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The Five abide by three rules.

Listen.

Observe.

Refrain. 

CHAPTER ONE

Audun, 969 After Landing (AL)

 

The bluff of razor-sharp sand darkens the underground city of Principal Rift. A woman in royal blue faces it. White light radiates from her chest as wind assails her raven black hair. The bluff howls, fueled by the wasteland of nothing but dunes and dessert behind it. As it prepares to smatter the upper levels of the Rift, smothering those in its wake, she opens her arms to it. It swells, swallows her, and enters Principal Rift.

 

***

 

At the bottom of the Rift, in the Overseer’s Keep, Devi startles awake. Something’s wrong. The low whistle of the storm raging on the surface absorbs the soft gales and silence of the Rift. It’s all she can hear beside the steady ache in her chest telling her something’s happened. 

     Her cocoon molds to her body. The Dawning designed it to protect her lungs from the residual damage of sand. She should be grateful for it, but being wrapped in it every night makes her feel like she’s being pinched into a crack in the wall. The mesh fabric flaps against her mouth with every inhale. It’s wet with her own sweat and recycled oxygen. Her chest tightens as the sensation of wet fabric rubs against her skin. She can’t stand it. Outside, the sand howls. She unzips the cocoon and grasps for air. Real air. The rusty taste of sand settles on her tongue and lips. She licks it without thought.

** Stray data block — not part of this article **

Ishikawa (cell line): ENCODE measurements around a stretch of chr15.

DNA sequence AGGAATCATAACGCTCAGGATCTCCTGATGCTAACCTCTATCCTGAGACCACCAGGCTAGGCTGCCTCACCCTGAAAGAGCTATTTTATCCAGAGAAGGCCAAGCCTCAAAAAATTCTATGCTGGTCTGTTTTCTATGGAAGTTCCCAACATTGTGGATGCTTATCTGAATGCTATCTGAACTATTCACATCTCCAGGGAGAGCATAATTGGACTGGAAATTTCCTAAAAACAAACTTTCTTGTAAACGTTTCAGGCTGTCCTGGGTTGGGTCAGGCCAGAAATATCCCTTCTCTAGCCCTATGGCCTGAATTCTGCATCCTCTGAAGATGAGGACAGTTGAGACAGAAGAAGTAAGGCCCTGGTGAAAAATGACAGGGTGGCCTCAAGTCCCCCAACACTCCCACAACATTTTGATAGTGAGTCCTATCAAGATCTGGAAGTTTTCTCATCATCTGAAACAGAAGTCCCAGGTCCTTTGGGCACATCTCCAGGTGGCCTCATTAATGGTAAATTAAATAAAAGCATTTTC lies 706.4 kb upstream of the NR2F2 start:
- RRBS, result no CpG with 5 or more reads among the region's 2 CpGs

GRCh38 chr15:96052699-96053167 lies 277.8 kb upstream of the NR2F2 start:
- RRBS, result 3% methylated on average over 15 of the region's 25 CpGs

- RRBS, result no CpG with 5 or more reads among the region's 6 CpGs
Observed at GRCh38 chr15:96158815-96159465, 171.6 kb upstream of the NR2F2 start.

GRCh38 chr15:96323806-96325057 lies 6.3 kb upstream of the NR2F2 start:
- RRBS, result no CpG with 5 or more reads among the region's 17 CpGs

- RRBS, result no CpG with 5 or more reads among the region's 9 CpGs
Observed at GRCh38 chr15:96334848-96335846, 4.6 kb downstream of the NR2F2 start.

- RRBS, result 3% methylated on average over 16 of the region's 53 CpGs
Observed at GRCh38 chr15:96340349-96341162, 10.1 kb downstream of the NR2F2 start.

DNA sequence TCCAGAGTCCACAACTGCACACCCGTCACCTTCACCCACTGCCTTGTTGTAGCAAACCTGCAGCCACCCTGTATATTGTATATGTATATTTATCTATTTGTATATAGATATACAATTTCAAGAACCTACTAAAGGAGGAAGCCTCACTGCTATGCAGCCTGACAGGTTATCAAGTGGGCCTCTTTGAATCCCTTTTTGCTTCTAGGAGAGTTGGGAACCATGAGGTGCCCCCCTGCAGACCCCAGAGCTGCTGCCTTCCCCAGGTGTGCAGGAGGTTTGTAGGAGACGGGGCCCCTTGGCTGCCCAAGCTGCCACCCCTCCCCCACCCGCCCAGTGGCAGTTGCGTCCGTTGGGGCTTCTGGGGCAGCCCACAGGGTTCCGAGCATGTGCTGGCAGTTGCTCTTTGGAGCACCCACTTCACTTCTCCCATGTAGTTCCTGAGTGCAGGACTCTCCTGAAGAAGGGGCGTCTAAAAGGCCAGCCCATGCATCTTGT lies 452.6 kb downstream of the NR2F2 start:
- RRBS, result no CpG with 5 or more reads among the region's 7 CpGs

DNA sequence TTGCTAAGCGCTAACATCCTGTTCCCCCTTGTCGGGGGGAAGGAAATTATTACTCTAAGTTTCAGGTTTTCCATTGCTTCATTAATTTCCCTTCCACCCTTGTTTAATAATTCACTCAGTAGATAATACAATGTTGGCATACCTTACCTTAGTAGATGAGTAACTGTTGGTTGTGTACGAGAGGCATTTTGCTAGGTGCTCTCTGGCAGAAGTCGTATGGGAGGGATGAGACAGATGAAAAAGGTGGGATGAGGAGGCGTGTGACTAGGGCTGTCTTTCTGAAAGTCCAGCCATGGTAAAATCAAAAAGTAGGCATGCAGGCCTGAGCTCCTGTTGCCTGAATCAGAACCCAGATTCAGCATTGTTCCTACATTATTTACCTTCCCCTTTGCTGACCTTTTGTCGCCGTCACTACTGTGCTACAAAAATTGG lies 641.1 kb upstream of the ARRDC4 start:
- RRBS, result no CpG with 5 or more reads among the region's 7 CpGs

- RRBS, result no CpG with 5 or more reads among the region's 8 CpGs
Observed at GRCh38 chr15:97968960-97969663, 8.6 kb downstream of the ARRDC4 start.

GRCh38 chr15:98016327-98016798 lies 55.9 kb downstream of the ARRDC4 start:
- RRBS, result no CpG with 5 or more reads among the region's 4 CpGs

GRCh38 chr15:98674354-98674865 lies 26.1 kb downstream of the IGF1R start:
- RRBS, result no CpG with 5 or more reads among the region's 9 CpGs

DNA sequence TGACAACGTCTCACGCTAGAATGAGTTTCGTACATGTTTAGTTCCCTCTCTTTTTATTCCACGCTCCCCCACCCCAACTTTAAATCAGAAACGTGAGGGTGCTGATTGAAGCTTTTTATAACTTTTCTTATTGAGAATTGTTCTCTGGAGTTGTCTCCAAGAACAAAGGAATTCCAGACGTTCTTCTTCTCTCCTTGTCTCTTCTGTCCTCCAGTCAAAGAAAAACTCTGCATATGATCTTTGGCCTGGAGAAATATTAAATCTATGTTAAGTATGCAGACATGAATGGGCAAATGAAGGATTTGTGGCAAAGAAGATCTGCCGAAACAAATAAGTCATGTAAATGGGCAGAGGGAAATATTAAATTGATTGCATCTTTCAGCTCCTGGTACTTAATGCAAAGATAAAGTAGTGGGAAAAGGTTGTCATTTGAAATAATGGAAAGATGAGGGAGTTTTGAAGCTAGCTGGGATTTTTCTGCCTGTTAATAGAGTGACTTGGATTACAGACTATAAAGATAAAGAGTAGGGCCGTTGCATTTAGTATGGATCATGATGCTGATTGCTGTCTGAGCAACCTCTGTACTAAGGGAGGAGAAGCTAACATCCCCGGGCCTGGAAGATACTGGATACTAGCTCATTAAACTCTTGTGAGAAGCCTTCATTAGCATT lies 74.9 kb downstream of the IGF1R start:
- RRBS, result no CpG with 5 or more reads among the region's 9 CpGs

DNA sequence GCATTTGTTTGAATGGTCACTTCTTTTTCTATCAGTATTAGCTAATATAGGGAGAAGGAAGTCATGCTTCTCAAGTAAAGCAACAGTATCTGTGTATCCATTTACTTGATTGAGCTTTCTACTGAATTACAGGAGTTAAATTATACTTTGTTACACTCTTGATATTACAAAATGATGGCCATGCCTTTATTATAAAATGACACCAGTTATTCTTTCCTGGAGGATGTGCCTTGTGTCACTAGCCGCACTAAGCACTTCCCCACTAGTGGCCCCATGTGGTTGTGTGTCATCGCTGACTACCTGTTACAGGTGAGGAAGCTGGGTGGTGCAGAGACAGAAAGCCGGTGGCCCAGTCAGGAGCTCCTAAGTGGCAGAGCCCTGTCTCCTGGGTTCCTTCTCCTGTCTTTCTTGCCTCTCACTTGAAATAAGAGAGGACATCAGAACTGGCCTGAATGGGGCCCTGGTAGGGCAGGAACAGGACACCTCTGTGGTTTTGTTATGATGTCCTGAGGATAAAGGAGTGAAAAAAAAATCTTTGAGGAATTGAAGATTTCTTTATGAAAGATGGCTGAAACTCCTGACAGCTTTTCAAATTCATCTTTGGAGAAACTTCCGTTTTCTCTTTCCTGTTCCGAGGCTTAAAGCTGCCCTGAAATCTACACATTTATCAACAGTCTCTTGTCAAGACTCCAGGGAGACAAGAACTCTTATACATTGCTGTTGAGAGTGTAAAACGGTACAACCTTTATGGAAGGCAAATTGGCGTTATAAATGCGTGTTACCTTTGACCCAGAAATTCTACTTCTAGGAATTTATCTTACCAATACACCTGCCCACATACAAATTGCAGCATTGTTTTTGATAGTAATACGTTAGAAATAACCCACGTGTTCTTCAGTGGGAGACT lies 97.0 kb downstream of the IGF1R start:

A wave of shame washes over her.

     “Protect me from the unnatural desires of the Unrest,” she prays to the Martyr.“The sand is potent. The surface is vile.” The prayer melts around her. It’s fast becoming habit.

     She scans the Keep. A wall of pitch black meets her. On night’s like this, when a surfacestorm strikes, it’s always dark and heavy, but this feels darker. More complete. 

     “Khaalida?” she asks the dark.

     Before the surfacestorm raged, she fell asleep to the comforting presence of Khaalida in the bed beside her. 

     “Khaalida?” she says again, her eyes heavy with tiredness.

     Outside the Keep, sandy wind batters her curtain. Only the growl of the storm sweeping the High Hall answers her. Not Khaalida. Her slick, sweaty body tightens. Where’s Khaalida? The older woman has been her mentor and guide since her assent to Overseership two years ago. Devi asks her to stay in the Keep when she needs comfort, and Khaalida never refuses. She needs extra comfort on the nights of surfacestorms. They strike every few days. More frequently than ever, giving the Rifters little time to recover from the damages. They both know what the exposure of too much sand is doing to the dwindling numbers of the Rifts. They’re dying younger, in great rashes, more than they had under her father’s Overseership. The morning will bring a toll of lives lost.